Fast forward to my first day of high school, where I spent half of my lunch period wandering around looking for ANY friendly face, and the 2nd half hiding in a bathroom stall thinking “Why the hell am I here?!”, and I wish then that i’d known that the first day truly does not always dictate how the rest of your time in this new school will go. And when I think back to my first day of college, where I was completely enamored by the ability to select (at least a few) classes I sincerely had an interest in, and where I was actually feeling engaged for once in classroom discussions, all I wish I could tell myself is – hold on to that feeling! Hold on to it, or you’ll really fuck up after a while and slacking won’t get you anywhere.

So much learning goes on in that first day, but it’s rarely about what you’ll be learning the rest of the year. The first day of school prepares you for the first day of everything else in your life: first day of camp, first day on the job, first dates, first day of being a parent (at least I hope that last one is right – i’ll be finding out myself come early next year!) Here’s what two decades of “first days of school” have taught me:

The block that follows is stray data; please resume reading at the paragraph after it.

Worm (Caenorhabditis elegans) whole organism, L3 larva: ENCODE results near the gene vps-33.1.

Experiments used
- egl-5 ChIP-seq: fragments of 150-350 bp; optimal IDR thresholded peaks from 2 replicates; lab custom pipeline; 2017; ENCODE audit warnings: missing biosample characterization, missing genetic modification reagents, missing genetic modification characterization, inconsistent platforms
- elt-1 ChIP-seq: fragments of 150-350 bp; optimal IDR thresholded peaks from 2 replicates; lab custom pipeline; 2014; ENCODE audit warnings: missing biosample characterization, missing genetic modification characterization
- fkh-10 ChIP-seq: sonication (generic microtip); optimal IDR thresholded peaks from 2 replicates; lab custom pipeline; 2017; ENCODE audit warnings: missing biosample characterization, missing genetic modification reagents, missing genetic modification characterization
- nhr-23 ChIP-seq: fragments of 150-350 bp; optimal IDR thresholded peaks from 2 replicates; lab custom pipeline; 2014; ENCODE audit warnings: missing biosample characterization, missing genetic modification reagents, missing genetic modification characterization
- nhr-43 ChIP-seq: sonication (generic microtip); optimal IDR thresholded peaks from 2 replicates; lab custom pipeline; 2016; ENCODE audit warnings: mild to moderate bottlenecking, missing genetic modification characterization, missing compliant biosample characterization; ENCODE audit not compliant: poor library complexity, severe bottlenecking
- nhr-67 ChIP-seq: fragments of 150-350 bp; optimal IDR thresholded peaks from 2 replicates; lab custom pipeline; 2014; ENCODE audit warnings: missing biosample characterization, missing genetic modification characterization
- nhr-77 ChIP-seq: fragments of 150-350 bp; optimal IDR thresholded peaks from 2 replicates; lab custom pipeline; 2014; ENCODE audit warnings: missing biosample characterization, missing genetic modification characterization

Try and get a good night’s sleep, or at least mentally prepare yourself for being utterly exhausted. You’ll need this energy (or imagined energy) to make it through your whole day because it will very likely feel eternal. You don’t want to look like shit on your first day (you never know who you might meet and you want to make a decent first impression), and more importantly – you want to be on point. This means being prepared to answer questions when asked, even if you have to pull an answer out of your ass. This means being prepared to problem solve: did you forget lunch money and are wondering how you’ll be eating today? Or maybe you tore your jeans somehow and have to figure out how to hide it from the world? Did you lose your schedule and have no idea where to go next? Making sure your brain is at least mildly alert will air in your ability to figure this stuff out and simplify your life. Plus, you don’t want to be the kid passed out on their desk waking up covered in drool. Never a pretty sight.

Be prepared! It’s never good to leave your house without your books, without paper and pencil (or pen, as you get older). Make sure to copy your schedule down onto another place in case you misplace the first copy. Have your P.E. uniform if you’re going to need it so you don’t get stuck doing laps in a skirt on a windy day. Bring some cash with you for anything and everything. Charge all your batteries (cellphone, laptop – for those in higher learning) so you’re not battling 3 other people for the seats closest to the wall jack. Bring a sweater or jacket (in case you get cold easily). Bring a snack (you never know when hunger will strike and your grumbling stomach will catch the attention of those around you). Bring whatever you think will ease your way into the day. Always a good rule of thumb.